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Inveneo lights up Bay St. Louis

By Rob Reilly on October 20, 2005 (8:00:00 AM)

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In the usual course of business, Inveneo provides information and communication technology for remote villages in places such as Uganda. But after Hurricane Katrina hit the US south coast at the end of August, the company went to Bay St. Louis, Mississippi, to set up a communication system for relief workers, who needed to be able to talk to each other and coordinate relief supplies for local residents.

Once on site, the Inveneo team were asked to expand the project to include a communications center for residents. People needed to contact loved ones, file insurance claims, and fill out FEMA forms, as well as connect to the outside world.

The US military pitched in with generators and meals for the team. Soon, local officials were requesting that the communications system be expanded to provide services to local police and fire departments. Within a short time the Inveneo team, in partnership with the Wireless Internet Service Providers Association (WISPA), was able to "light up" much of the Bay St. Louis area, and they have been asked to continue to expand into two of the neighboring counties.

Laura Mellow, Inveneo's COO said, "When the Inveneo team arrived, the large telcos had not made it to Bay St. Louis. Their focus was on the larger population areas first. Inveneo has had conversations with one of the large telcos regarding supplementing their efforts by using Inveneo to reach into the small towns and hamlets as a bridge solution until their teams can get in to rebuild the damaged infrastructure.

"The people using the services are very grateful to have this access. There have been times when the guys setting up the network are brought to tears by the gratitude they receive," Mellow said.

Inveneo uses Asterisk and other open source software for the connections. The system includes computers and phones connected through the computers using voice over IP (VoIP), which are set up in several locations. Most of the computers are standard desktop models, but Inveneo also installed many low-powered machines that were donated by Wyse Technologies.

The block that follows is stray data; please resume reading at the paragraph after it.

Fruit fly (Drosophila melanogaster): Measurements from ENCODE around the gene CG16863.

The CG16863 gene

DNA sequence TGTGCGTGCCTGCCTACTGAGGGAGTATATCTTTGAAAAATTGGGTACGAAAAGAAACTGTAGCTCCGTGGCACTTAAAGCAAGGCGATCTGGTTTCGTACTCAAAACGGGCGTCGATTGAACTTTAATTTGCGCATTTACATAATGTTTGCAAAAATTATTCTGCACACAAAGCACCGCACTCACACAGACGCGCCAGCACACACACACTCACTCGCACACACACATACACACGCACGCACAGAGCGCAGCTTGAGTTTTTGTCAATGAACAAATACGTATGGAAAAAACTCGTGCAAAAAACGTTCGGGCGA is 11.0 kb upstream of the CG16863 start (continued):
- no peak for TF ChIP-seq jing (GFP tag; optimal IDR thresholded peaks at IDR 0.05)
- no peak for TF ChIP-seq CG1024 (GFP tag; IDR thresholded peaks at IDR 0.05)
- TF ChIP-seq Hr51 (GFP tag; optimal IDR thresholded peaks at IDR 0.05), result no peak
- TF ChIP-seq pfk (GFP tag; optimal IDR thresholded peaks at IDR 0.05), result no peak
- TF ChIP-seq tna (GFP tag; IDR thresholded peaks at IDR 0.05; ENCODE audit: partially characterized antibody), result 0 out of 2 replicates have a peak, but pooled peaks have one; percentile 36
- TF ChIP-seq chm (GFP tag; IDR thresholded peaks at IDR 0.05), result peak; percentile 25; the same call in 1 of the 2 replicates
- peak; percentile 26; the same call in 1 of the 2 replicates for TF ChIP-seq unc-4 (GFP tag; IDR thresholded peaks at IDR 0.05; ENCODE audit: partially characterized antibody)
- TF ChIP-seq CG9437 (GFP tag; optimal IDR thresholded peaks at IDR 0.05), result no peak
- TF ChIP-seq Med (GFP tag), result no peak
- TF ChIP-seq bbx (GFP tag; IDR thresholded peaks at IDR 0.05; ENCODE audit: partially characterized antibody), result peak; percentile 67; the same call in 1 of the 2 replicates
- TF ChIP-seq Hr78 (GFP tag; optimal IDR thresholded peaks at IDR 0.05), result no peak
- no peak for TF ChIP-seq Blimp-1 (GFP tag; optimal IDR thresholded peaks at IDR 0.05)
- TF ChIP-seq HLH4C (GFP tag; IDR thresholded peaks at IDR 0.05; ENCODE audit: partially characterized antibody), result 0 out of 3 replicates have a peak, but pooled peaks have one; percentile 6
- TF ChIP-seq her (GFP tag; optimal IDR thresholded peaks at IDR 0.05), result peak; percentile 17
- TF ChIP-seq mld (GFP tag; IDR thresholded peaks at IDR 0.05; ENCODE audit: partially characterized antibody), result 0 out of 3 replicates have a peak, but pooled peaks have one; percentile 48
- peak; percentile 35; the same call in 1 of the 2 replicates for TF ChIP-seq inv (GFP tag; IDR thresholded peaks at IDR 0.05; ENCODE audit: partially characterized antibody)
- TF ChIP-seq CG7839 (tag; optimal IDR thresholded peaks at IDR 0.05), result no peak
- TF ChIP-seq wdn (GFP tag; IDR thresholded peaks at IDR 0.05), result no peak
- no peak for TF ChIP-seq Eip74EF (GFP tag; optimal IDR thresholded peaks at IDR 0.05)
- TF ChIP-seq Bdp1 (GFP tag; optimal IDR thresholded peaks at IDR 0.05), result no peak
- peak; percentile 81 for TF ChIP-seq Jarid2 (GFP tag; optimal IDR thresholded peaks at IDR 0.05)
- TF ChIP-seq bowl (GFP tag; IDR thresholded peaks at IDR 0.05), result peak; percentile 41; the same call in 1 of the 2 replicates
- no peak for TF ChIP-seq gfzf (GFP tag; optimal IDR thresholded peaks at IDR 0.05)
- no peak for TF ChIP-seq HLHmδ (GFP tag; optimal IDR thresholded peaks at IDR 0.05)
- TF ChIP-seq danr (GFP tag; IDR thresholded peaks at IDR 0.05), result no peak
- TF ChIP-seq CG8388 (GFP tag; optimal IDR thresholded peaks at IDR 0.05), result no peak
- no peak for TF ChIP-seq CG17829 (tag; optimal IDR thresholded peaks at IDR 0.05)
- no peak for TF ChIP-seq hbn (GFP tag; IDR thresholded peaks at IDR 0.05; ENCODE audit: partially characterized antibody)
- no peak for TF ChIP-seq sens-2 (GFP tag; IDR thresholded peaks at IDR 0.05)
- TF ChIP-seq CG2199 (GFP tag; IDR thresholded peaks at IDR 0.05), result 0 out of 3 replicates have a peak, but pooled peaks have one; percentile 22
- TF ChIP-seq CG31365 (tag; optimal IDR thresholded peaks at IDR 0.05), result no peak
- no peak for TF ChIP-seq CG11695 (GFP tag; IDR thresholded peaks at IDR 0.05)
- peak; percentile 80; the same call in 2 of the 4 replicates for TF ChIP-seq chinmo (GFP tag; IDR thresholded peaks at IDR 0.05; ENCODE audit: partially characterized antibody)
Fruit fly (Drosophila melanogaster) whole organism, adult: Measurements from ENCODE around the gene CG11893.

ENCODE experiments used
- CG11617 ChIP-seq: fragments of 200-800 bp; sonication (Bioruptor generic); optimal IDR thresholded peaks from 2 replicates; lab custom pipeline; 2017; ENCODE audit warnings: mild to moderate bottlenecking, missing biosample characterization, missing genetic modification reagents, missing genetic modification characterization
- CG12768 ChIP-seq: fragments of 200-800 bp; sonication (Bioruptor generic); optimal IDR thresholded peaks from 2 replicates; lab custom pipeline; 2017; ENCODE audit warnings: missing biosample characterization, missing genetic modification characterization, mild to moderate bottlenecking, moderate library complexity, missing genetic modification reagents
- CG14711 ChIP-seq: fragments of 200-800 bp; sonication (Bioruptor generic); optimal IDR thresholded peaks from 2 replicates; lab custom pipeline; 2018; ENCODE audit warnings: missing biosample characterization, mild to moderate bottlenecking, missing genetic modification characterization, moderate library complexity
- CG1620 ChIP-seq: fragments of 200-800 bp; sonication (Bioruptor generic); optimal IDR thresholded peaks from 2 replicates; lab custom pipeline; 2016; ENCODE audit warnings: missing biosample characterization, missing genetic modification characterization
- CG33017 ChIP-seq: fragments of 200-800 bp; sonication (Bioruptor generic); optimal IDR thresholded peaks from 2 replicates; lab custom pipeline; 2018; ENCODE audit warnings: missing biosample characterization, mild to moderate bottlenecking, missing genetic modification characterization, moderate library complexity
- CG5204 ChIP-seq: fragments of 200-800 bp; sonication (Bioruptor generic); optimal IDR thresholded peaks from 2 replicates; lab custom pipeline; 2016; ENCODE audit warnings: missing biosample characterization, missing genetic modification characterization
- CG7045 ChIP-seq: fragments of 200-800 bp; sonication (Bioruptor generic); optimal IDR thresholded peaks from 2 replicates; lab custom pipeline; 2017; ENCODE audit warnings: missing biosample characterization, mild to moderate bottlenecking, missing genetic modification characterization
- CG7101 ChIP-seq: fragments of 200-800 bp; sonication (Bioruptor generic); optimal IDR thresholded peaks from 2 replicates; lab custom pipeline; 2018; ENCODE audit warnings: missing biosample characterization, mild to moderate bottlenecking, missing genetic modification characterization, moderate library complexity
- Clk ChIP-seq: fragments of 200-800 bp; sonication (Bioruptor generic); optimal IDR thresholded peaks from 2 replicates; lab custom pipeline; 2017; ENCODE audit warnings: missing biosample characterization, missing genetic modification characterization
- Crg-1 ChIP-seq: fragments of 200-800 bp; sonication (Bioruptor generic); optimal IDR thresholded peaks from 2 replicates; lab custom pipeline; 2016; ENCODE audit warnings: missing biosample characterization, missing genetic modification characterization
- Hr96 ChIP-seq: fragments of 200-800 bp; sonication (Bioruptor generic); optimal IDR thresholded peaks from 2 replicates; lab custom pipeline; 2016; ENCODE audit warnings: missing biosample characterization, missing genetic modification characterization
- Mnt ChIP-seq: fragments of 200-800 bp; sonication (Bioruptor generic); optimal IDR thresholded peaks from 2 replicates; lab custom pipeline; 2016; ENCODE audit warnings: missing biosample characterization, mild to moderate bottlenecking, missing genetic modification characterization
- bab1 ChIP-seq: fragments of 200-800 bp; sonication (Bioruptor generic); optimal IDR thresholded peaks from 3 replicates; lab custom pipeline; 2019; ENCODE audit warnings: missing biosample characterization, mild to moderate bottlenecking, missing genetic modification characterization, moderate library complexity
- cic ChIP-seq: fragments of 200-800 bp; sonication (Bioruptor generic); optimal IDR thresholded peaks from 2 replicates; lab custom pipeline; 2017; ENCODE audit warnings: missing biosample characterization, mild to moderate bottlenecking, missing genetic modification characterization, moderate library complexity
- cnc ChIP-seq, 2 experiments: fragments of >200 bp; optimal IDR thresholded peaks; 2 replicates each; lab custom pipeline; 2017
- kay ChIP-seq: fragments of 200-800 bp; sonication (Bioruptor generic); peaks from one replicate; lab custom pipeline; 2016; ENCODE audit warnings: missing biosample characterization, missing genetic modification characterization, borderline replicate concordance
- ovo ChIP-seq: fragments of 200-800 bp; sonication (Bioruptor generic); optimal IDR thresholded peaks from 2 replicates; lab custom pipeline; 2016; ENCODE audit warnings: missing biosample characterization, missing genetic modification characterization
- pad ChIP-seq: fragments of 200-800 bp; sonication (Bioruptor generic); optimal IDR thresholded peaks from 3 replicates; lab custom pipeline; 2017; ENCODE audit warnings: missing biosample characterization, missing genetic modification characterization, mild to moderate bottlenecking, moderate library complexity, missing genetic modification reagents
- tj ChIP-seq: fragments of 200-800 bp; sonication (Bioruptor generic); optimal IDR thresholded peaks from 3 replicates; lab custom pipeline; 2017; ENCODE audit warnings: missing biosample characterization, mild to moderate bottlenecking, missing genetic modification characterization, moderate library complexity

Computers with no moving parts (such as fans and disks), low-power boards, and CompactFlash cards are the order of the day. The main boards usually run on less than 10 watts, as do the LCD displays. When you are running a computer by solar panels or pedal power, the power budget is necessarily very low.

Their African deployments made Inveneo an ideal company to bring into the Bay St. Louis area after Katrina. Conditions were similarly challenging, in their own ways. As in Africa, the Gulf State region had very little infrastructure to work with. And, where the villages have a small few small hotels and guest houses available, housing in Bay St. Louis has been at an absolute premium.

Inveneo had to contend with a lack of motor vehicles in Western Uganda. In Mississippi there were lots of vehicles, but gasoline was a problem. In some ways the villagers in Uganda were in a better situation, as they still have their villages and their homes.

Inveneo was able to connect the central hub of Bay St. Louis to Perlington on the west and Gulf Port on the east. It has also extended the network to Pass Christian and Diamondhead. MCI, Intel, and Skytel worked to provide backbone network connectivity.

The relief effort for the Katrina disaster is ongoing, and "Inveneo is very proud to be a part of the relief effort," said Mellow.

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cool

Posted by: Anonymous Coward on October 21, 2005 12:11 AM
My wife and I lived on the MS Gulf Coast up until about a month ago. We went without contact to the outside world for several days after Hurricane Katrina. It took 2 days to get face-to-face with my mother who lived 10 minutes away. Phones were much worse... I managed to get one phone call to my dad in the D.C. area after several days. It dropped within minutes. Thankfully, he relayed our status to most of our family. I can understand just how grateful many of those people in Bay St. Louis were to make contact with their loved ones. I am very glad to know that open source played a part.

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